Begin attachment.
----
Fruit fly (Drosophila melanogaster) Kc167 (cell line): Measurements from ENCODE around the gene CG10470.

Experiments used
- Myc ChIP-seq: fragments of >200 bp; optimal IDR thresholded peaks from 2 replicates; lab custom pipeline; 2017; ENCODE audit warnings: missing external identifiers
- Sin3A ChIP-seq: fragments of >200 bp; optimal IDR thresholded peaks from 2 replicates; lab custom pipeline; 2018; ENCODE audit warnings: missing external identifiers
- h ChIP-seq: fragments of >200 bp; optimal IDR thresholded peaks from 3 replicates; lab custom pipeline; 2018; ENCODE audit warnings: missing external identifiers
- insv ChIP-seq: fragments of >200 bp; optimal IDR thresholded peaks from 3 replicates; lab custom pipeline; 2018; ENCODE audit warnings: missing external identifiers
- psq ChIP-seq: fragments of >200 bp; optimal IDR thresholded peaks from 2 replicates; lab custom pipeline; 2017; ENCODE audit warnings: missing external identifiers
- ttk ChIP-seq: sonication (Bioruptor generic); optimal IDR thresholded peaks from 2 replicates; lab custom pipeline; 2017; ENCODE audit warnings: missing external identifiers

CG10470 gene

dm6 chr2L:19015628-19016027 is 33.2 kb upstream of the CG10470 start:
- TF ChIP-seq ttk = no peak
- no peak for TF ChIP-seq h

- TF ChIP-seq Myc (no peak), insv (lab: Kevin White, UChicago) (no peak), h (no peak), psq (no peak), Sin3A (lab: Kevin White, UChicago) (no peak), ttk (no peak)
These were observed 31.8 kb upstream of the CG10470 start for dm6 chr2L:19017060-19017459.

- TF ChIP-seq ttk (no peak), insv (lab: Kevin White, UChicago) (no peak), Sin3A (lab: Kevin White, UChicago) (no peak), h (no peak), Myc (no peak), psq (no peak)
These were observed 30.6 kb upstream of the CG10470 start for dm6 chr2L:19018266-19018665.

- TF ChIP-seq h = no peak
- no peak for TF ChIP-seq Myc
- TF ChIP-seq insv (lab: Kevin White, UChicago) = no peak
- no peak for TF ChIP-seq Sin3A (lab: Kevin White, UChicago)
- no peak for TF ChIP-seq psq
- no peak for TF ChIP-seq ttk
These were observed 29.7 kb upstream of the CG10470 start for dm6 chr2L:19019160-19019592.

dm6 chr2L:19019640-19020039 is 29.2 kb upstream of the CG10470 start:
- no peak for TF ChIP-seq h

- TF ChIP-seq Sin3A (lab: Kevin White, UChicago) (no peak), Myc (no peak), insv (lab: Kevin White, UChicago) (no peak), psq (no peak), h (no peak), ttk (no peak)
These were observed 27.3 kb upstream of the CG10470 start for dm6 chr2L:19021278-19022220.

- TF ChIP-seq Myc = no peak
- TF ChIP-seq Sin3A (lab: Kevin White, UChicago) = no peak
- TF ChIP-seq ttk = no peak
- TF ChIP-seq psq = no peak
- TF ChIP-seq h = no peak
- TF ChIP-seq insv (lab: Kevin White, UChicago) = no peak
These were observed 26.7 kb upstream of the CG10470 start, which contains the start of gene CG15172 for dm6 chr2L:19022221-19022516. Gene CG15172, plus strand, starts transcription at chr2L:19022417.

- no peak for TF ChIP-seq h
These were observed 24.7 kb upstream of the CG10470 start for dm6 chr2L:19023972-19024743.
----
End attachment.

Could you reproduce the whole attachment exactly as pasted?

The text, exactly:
Fruit fly (Drosophila melanogaster) Kc167 (cell line): Measurements from ENCODE around the gene CG10470.

Experiments used
- Myc ChIP-seq: fragments of >200 bp; optimal IDR thresholded peaks from 2 replicates; lab custom pipeline; 2017; ENCODE audit warnings: missing external identifiers
- Sin3A ChIP-seq: fragments of >200 bp; optimal IDR thresholded peaks from 2 replicates; lab custom pipeline; 2018; ENCODE audit warnings: missing external identifiers
- h ChIP-seq: fragments of >200 bp; optimal IDR thresholded peaks from 3 replicates; lab custom pipeline; 2018; ENCODE audit warnings: missing external identifiers
- insv ChIP-seq: fragments of >200 bp; optimal IDR thresholded peaks from 3 replicates; lab custom pipeline; 2018; ENCODE audit warnings: missing external identifiers
- psq ChIP-seq: fragments of >200 bp; optimal IDR thresholded peaks from 2 replicates; lab custom pipeline; 2017; ENCODE audit warnings: missing external identifiers
- ttk ChIP-seq: sonication (Bioruptor generic); optimal IDR thresholded peaks from 2 replicates; lab custom pipeline; 2017; ENCODE audit warnings: missing external identifiers

CG10470 gene

dm6 chr2L:19015628-19016027 is 33.2 kb upstream of the CG10470 start:
- TF ChIP-seq ttk = no peak
- no peak for TF ChIP-seq h

- TF ChIP-seq Myc (no peak), insv (lab: Kevin White, UChicago) (no peak), h (no peak), psq (no peak), Sin3A (lab: Kevin White, UChicago) (no peak), ttk (no peak)
These were observed 31.8 kb upstream of the CG10470 start for dm6 chr2L:19017060-19017459.

- TF ChIP-seq ttk (no peak), insv (lab: Kevin White, UChicago) (no peak), Sin3A (lab: Kevin White, UChicago) (no peak), h (no peak), Myc (no peak), psq (no peak)
These were observed 30.6 kb upstream of the CG10470 start for dm6 chr2L:19018266-19018665.

- TF ChIP-seq h = no peak
- no peak for TF ChIP-seq Myc
- TF ChIP-seq insv (lab: Kevin White, UChicago) = no peak
- no peak for TF ChIP-seq Sin3A (lab: Kevin White, UChicago)
- no peak for TF ChIP-seq psq
- no peak for TF ChIP-seq ttk
These were observed 29.7 kb upstream of the CG10470 start for dm6 chr2L:19019160-19019592.

dm6 chr2L:19019640-19020039 is 29.2 kb upstream of the CG10470 start:
- no peak for TF ChIP-seq h

- TF ChIP-seq Sin3A (lab: Kevin White, UChicago) (no peak), Myc (no peak), insv (lab: Kevin White, UChicago) (no peak), psq (no peak), h (no peak), ttk (no peak)
These were observed 27.3 kb upstream of the CG10470 start for dm6 chr2L:19021278-19022220.

- TF ChIP-seq Myc = no peak
- TF ChIP-seq Sin3A (lab: Kevin White, UChicago) = no peak
- TF ChIP-seq ttk = no peak
- TF ChIP-seq psq = no peak
- TF ChIP-seq h = no peak
- TF ChIP-seq insv (lab: Kevin White, UChicago) = no peak
These were observed 26.7 kb upstream of the CG10470 start, which contains the start of gene CG15172 for dm6 chr2L:19022221-19022516. Gene CG15172, plus strand, starts transcription at chr2L:19022417.

- no peak for TF ChIP-seq h
These were observed 24.7 kb upstream of the CG10470 start for dm6 chr2L:19023972-19024743.